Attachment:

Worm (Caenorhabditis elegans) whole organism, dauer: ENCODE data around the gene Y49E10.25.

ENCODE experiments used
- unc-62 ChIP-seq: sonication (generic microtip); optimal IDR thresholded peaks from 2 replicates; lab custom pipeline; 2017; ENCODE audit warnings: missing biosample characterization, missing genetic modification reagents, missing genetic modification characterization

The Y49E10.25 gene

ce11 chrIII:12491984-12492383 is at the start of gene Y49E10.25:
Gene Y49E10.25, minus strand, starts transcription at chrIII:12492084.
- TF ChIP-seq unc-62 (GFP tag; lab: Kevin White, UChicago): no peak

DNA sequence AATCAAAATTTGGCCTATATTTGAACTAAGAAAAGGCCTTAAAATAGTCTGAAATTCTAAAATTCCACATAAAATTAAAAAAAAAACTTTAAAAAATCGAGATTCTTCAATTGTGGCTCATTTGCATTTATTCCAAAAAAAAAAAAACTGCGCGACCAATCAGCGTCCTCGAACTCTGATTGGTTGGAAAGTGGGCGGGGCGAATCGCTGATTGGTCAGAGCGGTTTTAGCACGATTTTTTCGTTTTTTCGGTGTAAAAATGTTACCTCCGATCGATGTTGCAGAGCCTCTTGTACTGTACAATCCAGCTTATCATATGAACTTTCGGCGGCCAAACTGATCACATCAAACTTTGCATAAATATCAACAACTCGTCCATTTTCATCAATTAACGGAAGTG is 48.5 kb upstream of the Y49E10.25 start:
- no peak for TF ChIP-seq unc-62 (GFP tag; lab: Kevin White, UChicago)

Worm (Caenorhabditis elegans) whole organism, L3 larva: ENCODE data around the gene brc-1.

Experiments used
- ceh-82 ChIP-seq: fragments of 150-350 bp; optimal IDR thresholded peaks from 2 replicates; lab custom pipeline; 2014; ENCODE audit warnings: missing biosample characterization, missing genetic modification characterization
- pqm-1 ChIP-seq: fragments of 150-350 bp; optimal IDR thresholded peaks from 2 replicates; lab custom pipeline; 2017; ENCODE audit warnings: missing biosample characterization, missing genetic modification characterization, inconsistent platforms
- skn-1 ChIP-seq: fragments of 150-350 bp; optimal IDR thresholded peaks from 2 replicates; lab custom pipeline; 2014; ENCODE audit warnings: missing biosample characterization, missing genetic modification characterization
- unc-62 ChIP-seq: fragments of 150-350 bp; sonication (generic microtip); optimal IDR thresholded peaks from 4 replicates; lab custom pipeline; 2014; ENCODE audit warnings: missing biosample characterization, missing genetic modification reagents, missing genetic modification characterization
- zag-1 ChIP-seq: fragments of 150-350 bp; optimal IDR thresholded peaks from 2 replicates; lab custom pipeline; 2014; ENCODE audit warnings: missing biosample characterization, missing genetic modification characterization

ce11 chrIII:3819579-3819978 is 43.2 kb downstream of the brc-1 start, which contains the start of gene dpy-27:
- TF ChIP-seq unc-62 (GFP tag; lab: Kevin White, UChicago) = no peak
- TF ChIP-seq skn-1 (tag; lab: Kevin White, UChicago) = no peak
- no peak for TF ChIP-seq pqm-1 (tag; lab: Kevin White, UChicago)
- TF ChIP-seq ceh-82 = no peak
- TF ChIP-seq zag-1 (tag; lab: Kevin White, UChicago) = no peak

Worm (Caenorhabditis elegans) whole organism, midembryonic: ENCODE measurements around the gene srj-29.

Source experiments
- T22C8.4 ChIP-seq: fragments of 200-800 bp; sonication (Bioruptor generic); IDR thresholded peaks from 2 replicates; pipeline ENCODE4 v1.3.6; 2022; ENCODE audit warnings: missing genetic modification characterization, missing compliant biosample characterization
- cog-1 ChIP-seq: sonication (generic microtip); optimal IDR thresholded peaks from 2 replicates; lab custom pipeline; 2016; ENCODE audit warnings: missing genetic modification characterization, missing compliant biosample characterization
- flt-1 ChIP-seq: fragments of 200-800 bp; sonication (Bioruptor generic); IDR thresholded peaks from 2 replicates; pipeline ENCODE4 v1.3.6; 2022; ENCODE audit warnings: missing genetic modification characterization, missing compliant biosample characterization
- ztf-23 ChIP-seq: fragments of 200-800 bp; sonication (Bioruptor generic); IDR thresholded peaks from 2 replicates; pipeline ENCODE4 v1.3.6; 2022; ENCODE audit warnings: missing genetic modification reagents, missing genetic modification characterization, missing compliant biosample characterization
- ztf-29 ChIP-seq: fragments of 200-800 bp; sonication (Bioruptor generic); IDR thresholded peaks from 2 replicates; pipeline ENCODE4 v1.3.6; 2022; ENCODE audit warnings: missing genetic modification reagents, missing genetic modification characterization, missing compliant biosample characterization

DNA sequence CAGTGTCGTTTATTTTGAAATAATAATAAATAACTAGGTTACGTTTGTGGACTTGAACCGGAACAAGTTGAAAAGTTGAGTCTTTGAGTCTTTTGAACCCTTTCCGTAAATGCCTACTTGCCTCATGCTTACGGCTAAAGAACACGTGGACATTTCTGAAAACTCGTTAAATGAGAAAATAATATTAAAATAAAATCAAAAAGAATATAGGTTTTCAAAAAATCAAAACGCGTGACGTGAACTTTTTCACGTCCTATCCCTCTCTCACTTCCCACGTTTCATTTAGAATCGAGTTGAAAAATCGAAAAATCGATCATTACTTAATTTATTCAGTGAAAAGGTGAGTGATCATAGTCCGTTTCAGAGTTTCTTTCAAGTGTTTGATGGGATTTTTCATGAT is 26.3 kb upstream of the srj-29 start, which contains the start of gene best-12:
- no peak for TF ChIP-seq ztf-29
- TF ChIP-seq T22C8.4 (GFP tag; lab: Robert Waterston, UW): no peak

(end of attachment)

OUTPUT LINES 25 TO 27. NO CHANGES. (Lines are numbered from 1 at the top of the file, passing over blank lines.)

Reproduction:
- T22C8.4 ChIP-seq: fragments of 200-800 bp; sonication (Bioruptor generic); IDR thresholded peaks from 2 replicates; pipeline ENCODE4 v1.3.6; 2022; ENCODE audit warnings: missing genetic modification characterization, missing compliant biosample characterization
- cog-1 ChIP-seq: sonication (generic microtip); optimal IDR thresholded peaks from 2 replicates; lab custom pipeline; 2016; ENCODE audit warnings: missing genetic modification characterization, missing compliant biosample characterization
- flt-1 ChIP-seq: fragments of 200-800 bp; sonication (Bioruptor generic); IDR thresholded peaks from 2 replicates; pipeline ENCODE4 v1.3.6; 2022; ENCODE audit warnings: missing genetic modification characterization, missing compliant biosample characterization